seaborne | Garth Neustadter & Kjell van Sice

This commission of a thirty minute work for six percussionists and video projection is at the nexus of the percussive art soundscape and the visual celebration of our endangered oceans. Just as rhythm and the percussive voice are the heartbeat of music, our precious oceans are the lifeblood of the planet and thus our very existence. Seaborne will attempt to awaken sensibilities in the listener / viewer to both the importance and beauty that our oceans possess. For this project, the Collective’s Artistic Director Robert van Sice brings together two extraordinary young talents. Emmy Award-Winning composer Garth Neustadter and water lensman Kjell van Sice. Neustadter’s mastery of cinematic composition and Kjell van Sice’s poetic aquatic images promise a powerful collaboration. The piece is designed to be the sister piece to one of the seminal pieces in the percussion repertoire, Steve Reich’s iconic Sextet.

This work explores our perception and perspectives of water from aerial, surface, and underwater vantage points. Water possesses an inherent motion and rhythm, and I am interested in reflecting the tension between the potential and kinetic energies we observe, as well as our perception of time. Musically, my language attempts to find a balance between gestures that feel almost primal or ancient juxtaposed against more modern and familiar textures. Often, motifs are introduced in simple ensemble unisons, gradually developing and evolving in ways that might emulate a communal improvisatory experience. Overall, I attempt to create a strong synergy and synesthesia with the photography, in that our perception of color and light is strongly reflected in the music throughout.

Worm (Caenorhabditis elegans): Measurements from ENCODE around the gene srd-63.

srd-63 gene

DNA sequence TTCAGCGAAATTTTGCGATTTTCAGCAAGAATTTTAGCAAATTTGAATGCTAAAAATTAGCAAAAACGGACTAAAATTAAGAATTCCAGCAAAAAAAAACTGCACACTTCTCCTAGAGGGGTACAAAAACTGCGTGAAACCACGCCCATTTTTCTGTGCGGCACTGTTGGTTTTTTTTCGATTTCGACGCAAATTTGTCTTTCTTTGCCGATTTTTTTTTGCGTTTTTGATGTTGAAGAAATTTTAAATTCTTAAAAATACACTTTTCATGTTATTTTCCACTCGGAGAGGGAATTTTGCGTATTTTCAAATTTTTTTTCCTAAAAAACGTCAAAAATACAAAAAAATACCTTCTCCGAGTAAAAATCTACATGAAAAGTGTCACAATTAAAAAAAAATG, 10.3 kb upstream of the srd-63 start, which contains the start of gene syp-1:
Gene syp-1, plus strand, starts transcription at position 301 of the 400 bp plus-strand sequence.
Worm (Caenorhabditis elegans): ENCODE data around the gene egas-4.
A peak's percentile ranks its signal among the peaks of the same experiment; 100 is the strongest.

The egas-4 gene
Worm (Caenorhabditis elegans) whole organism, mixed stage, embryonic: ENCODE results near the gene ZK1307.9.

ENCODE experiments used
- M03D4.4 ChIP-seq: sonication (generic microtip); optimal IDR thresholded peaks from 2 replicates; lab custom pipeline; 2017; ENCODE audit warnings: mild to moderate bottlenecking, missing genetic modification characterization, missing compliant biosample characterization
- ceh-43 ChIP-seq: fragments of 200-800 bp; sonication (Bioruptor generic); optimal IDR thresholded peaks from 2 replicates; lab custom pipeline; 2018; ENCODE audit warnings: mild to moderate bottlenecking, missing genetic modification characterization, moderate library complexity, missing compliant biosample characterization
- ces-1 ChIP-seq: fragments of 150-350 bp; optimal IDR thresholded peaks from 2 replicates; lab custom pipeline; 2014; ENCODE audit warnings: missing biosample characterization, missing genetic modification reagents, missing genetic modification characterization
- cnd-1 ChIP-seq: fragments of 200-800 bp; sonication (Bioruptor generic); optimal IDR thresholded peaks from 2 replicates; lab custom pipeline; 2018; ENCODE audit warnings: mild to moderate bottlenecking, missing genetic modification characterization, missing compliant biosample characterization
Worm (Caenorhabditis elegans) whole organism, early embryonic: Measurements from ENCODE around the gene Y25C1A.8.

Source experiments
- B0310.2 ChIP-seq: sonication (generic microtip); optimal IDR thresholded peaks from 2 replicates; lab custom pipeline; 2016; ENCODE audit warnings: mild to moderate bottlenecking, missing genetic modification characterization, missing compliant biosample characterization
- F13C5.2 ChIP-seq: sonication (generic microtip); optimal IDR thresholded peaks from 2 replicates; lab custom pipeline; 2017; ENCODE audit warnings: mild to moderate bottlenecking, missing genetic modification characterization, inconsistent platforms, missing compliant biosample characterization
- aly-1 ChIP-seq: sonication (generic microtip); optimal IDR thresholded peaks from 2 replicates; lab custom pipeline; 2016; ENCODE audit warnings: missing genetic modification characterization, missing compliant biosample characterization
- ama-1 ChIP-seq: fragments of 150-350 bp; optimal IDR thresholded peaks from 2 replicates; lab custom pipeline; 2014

— Garth Neustadter, composer
The conceptual core for the visual element of this piece is to give the audience, in thirty minutes, a redefining experience of a subject normally typified by the uni-dimensional horizon as an environment that cohabits the spaces of three distinct perspectives: aerial, surface and underwater. It is an invitation not only to see the ocean’s incredible beauty and raw potency, but also an opportunity to consider how the place from which we look determines what it is we see. Although the surface layer of water is thinner than a hair, the way in which it interacts with light and the forces of wind and currents make it the most dynamic and ever-changing natural phenomenon. I have always been fascinated with this singular simplicity of substance acting under constant redefinition. Sound, like a wave through water, is a burst of energy traveling in a medium. The only difference is that one is in the ocean and the other a concert hall, destined for our interpretation. This piece draws parallels between what the audience hears and sees, combining to become an emotional experience that goes far beyond the music or visuals on their own.
— Kjell van Sice, filmmaker

sextet | Steve Reich

Steve Reich's Sextet is in five movements played without pause. The relationship of the five movements is that of an arch form, A-B-C-B-A. The first and last movements are fast, the second and fourth moderate and the third, slow. Changes of tempo are made abruptly at the beginning of new movements by metric modulation to either get slower or faster. Movements are also organized harmonically with the chord cycle for the first and fifth, another for the second and fourth, and yet another for the third. The harmonies used are largely dominant chords with added tones creating a somewhat darker, chromatic and more varied harmonic language were suggested by The Desert Music (1984). 

Percussion instruments mostly produce sounds of relatively short duration. In this piece I was interested in overcoming that limitation. The use of the bowed vibraphone, not merely as a passing effect, but as a basic instrumental voice in the second movement, was one means of getting long continuous sounds not possible with piano. The mallet instruments (marimba, vibraphone, etc) are basically instruments of high and middle register without a low range. To overcome this limit the bass drum was used doubling the piano or synthesizer played in their lower register, particularly in the second, third and fourth movements. In music which uses a great deal of repetition, I believe it is precisely these kinds of ambiguities that give vitality and life.
— steve reich